[Date Prev][Date Next][Thread Prev][Thread Next][Date Index][Thread Index]
- To: BOOK_ARTS-L@LISTSERV.SYR.EDU
- Subject: Kudos
- From: Raven Murie <ferrets@ERINET.COM>
- Date: Fri, 20 Mar 1998 18:56:12 +0000
- Message-Id: <199803210005.QAA35586@SUL-Server-2.Stanford.edu>
- Sender: "Book_Arts-L: The list for all the book arts!" <BOOK_ARTS-L@LISTSERV.SYR.EDU>
Collette Vosberg asked:
>A bit off the topic - can someone explain the word kudos to me? I've seen
>it before but never really knew what it meant.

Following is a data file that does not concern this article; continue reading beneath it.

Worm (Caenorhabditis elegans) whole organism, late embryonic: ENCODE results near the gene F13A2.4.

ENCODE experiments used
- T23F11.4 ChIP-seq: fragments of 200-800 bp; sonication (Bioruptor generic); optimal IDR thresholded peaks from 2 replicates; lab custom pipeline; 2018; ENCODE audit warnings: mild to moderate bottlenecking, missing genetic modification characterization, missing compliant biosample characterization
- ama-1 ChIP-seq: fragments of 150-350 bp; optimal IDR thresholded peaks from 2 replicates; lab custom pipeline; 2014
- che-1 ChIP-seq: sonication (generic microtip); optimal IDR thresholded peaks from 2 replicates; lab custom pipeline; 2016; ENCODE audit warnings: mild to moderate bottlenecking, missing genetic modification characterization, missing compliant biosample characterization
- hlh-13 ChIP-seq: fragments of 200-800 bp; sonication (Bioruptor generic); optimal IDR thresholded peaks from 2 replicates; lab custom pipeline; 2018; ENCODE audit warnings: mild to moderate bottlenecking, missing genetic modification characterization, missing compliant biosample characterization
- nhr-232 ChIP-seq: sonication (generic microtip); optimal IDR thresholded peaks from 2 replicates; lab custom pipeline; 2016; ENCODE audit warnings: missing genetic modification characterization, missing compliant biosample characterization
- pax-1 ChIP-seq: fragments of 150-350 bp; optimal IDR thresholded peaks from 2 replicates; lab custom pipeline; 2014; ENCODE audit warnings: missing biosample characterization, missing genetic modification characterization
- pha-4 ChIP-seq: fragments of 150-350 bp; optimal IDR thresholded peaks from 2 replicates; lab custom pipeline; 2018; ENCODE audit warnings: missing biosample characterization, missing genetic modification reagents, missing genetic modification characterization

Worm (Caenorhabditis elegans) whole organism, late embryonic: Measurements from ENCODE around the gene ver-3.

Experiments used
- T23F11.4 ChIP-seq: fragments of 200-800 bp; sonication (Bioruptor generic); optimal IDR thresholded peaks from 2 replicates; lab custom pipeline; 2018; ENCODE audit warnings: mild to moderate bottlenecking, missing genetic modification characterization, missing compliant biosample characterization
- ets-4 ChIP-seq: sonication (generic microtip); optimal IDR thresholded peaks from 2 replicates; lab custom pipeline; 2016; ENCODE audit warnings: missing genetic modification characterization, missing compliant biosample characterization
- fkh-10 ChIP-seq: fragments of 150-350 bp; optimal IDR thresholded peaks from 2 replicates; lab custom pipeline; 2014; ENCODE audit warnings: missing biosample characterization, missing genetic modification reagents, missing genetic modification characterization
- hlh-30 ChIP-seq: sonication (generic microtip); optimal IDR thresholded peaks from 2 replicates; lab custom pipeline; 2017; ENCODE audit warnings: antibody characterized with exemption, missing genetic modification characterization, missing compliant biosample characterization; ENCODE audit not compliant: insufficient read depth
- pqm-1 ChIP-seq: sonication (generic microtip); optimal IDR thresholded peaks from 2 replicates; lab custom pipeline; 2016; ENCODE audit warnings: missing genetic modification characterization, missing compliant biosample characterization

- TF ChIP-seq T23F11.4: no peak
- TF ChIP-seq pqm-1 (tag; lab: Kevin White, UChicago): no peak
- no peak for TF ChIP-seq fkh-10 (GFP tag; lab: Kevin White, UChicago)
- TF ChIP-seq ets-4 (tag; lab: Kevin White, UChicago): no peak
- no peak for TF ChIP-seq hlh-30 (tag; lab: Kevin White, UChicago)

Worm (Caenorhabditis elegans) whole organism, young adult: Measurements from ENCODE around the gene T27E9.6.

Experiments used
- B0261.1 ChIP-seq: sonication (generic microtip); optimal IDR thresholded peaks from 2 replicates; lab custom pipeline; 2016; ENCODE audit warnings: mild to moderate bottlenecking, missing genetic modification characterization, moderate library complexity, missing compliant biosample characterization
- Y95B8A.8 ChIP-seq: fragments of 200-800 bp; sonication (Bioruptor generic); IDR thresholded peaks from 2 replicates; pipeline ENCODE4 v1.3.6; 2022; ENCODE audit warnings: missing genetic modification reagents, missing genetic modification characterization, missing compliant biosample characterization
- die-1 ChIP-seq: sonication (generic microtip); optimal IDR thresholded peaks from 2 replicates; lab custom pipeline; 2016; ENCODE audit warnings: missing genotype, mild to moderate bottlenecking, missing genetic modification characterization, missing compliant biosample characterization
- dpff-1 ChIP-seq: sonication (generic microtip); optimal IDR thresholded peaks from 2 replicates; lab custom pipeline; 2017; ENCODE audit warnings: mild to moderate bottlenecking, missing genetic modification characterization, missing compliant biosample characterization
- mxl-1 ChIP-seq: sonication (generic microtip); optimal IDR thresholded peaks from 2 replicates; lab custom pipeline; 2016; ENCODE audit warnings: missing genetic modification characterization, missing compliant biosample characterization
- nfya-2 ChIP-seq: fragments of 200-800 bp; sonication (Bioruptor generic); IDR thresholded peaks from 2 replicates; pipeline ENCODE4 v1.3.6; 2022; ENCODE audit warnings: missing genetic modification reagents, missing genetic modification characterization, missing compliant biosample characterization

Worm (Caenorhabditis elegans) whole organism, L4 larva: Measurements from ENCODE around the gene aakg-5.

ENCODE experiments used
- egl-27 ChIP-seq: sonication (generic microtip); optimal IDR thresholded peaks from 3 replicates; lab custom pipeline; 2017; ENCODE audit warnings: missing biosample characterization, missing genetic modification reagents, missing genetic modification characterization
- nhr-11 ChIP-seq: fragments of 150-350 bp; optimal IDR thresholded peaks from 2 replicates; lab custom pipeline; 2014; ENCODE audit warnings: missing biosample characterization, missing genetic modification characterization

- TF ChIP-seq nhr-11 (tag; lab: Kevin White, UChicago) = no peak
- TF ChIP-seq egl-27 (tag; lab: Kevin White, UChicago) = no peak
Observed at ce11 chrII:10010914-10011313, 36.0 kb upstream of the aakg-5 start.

Kudos is taken directly from Ancient Greek. Lacking a Greek typeface, I
can't write it out here, but for the curious, here are the Greek letters:
kappa, upsilon, delta, omicron, sigma.
It translates as "glory" or "renown."
I have noticed that English-speaking people sometimes mistakenly believe
that "kudos" is a plural, and when they want to use a singular, will say or
write "kudo," as if that were the singular form. However, "kudos" is
treated as a singular noun. Some people pronounce the final letter as "s,"
and some pronounce it as "z" -- both seem to be accepted, though the
latter pronunciation may lead to the abovementioned singular/plural error.
Hope I have not perturbed anybody by answering a question thought to be "a
bit off topic" by the asker. Words are often (not always, I grant)
important elements of books!